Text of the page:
President Trump today called for the termination of a preferential trade treatment for Turkey, a policy priority long advanced by the Hellenic American Leadership Council (HALC) and Armenian National Committee of America (ANCA).
“HALC and ANCA are gratified to see the Administration act on our long-standing call to protect American taxpayers and consumers from having to forcibly subsidize Turkish exports to U.S. markets,” said a statement from HALC Executive Director Endy Zemenides and ANCA Executive Director Aram Hamparian. “While—for reasons that remain unclear—the President’s determination is couched in patently contradictory praise for Turkey’s progress, the net effect of this action is obvious to all: A major setback for Ankara, a much-needed leg up for American manufacturers, and a big step toward a more sensible and serious approach to Erdogan’s increasingly anti-American regime.”
In letters sent to Senate Majority Leader Mitch McConnell (R-KY) and House Speaker Nancy Pelosi (D-CA) earlier today, President Trump argued that Turkey’s termination from the Generalized System of Preferences (GSP) program follows a finding that it is sufficiently economically developed and should no longer benefit from preferential market access to the United States market. “Increases in Gross National Income per capita, declining poverty rates, and export diversification by trading partner and by sector are all evidence of Turkey’s increased level of economic development,” stated the letters.
The U.S. designated Turkey as a GSP beneficiary country in 1975. In the summer of 2018, the U.S. Trade Representative (USTR) announced that it was reviewing Turkey’s eligibility in the GSP program after Ankara imposed retaliatory tariffs on U.S. goods in response to American steel and aluminum tariffs.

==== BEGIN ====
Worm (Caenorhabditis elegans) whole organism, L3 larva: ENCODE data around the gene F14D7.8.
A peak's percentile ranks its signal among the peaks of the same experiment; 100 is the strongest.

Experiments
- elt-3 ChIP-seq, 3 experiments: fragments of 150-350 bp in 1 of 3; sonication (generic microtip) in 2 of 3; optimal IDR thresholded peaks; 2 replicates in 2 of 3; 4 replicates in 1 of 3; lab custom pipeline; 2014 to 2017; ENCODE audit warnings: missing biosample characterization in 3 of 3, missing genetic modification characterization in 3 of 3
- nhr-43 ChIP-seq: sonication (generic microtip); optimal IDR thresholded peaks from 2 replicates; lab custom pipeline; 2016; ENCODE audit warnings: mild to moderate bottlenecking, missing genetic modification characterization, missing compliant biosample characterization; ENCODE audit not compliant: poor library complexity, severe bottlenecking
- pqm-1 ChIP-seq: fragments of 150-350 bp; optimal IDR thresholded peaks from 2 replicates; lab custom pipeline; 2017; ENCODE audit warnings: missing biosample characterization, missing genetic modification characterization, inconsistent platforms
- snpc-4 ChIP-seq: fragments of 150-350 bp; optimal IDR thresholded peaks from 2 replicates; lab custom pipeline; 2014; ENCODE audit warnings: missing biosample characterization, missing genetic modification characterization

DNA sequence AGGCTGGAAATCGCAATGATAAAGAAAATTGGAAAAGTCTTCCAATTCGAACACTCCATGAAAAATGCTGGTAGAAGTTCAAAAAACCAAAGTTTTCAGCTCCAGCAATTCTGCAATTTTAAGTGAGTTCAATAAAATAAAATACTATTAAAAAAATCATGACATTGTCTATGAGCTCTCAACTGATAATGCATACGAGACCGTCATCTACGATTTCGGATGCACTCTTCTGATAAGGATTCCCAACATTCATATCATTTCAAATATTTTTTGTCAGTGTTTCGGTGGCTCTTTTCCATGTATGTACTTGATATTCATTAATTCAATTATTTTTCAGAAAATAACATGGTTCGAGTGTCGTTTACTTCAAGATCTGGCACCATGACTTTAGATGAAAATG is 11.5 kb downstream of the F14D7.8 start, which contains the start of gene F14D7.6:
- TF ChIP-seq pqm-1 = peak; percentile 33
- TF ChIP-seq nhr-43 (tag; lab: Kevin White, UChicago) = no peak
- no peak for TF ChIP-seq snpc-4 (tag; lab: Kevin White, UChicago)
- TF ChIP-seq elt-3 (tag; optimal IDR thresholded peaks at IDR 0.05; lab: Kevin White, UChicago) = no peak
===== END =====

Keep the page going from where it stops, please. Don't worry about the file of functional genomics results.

Under GSP, certain products can enter the U.S. duty-free if beneficiary countries meet the eligibility criteria established by Congress. These criteria include, among others, respecting arbitral awards in favor of United States citizens or corporations, combating child labor, respecting internationally recognized worker rights, providing adequate and effective intellectual property protection, and providing the United States with equitable and reasonable market access. Countries can also be graduated from the GSP program depending on factors related to economic development.
According to the USTR website, 17.7% of all U.S. imports from Turkey, totaling $1.66 Billion, benefitted from the GSP program. Among the leading GSP import categories were jewelry and precious metals, vehicles and vehicle parts, and stone articles. By statute, Turkey’s removal from GSP will not take effect until at least 60 days after the notifications to Congress and the government of Turkey, and will be enacted by a Presidential Proclamation.